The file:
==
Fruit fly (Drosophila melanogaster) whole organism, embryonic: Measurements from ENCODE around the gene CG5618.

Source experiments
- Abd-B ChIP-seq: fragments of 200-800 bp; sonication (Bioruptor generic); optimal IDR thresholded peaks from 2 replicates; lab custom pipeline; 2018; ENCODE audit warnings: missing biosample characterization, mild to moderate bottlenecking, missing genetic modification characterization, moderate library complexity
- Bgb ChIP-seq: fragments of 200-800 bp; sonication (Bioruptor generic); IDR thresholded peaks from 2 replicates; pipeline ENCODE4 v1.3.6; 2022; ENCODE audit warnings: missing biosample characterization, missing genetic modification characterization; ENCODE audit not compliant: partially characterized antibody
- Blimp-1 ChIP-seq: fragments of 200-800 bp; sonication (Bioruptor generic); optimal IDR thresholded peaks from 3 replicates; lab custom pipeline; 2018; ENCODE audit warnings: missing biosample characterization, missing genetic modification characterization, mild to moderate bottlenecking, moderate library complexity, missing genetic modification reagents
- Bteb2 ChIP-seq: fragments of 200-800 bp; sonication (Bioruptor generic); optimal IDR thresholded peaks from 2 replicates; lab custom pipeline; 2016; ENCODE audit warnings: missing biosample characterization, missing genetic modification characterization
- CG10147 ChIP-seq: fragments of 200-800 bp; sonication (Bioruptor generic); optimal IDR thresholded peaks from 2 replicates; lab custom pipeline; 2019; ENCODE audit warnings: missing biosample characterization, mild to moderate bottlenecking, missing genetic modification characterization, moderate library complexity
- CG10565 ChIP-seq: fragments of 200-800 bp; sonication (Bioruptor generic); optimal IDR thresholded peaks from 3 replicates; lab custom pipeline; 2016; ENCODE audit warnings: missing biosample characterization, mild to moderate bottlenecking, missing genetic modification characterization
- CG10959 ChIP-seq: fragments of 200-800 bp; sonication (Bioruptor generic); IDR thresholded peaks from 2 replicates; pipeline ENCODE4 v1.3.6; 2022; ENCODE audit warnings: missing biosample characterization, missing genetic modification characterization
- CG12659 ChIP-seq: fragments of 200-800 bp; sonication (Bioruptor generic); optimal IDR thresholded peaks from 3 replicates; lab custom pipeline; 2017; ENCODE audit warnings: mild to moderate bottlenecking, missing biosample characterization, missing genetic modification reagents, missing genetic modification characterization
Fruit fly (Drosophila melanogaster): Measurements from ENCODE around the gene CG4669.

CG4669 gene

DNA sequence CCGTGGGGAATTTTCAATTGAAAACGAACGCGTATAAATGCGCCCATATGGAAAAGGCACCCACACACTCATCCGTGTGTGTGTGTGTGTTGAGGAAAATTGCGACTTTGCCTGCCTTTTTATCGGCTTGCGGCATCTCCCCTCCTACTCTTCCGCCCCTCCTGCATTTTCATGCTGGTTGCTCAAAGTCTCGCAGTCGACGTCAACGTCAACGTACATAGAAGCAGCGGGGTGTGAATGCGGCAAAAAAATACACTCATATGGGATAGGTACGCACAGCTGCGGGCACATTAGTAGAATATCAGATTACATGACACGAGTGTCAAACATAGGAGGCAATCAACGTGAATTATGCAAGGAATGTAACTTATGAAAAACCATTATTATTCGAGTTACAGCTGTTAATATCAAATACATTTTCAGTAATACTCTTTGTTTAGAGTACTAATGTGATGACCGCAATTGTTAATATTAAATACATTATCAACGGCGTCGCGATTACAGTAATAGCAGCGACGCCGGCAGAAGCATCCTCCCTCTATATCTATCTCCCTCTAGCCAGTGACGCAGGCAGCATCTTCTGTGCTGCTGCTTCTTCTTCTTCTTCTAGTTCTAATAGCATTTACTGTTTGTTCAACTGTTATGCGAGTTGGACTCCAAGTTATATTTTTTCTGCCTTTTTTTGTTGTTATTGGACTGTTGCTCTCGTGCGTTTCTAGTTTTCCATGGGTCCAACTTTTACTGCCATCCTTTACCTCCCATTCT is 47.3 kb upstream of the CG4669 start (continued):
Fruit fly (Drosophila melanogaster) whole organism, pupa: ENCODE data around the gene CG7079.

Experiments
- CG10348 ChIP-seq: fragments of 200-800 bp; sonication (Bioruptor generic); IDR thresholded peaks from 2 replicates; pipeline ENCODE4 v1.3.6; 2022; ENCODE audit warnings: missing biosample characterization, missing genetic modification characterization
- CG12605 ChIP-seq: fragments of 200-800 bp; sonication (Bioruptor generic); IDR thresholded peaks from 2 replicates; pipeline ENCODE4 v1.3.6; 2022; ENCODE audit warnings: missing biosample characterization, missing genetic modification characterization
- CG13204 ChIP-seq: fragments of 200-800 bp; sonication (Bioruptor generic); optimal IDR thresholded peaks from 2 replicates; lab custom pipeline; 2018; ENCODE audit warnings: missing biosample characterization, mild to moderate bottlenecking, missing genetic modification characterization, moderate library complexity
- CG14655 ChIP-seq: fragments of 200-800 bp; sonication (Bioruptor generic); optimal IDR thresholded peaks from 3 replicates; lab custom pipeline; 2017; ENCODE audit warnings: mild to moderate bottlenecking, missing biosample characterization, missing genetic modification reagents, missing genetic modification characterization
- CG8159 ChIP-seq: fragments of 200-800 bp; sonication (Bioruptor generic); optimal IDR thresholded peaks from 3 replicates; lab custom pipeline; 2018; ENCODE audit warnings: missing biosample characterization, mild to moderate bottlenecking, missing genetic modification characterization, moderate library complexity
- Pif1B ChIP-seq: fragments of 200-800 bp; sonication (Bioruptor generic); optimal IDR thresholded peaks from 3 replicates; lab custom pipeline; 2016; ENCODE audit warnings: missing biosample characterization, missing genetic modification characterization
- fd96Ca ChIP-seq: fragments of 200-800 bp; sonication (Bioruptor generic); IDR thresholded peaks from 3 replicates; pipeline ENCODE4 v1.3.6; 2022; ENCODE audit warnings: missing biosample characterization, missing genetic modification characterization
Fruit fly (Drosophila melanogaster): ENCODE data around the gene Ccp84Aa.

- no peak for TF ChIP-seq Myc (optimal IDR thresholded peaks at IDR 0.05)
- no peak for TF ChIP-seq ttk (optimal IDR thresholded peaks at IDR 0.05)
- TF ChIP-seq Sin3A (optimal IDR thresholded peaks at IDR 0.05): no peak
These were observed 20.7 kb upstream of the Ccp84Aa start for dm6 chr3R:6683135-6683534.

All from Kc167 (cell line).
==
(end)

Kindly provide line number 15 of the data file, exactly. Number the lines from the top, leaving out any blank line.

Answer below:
Experiments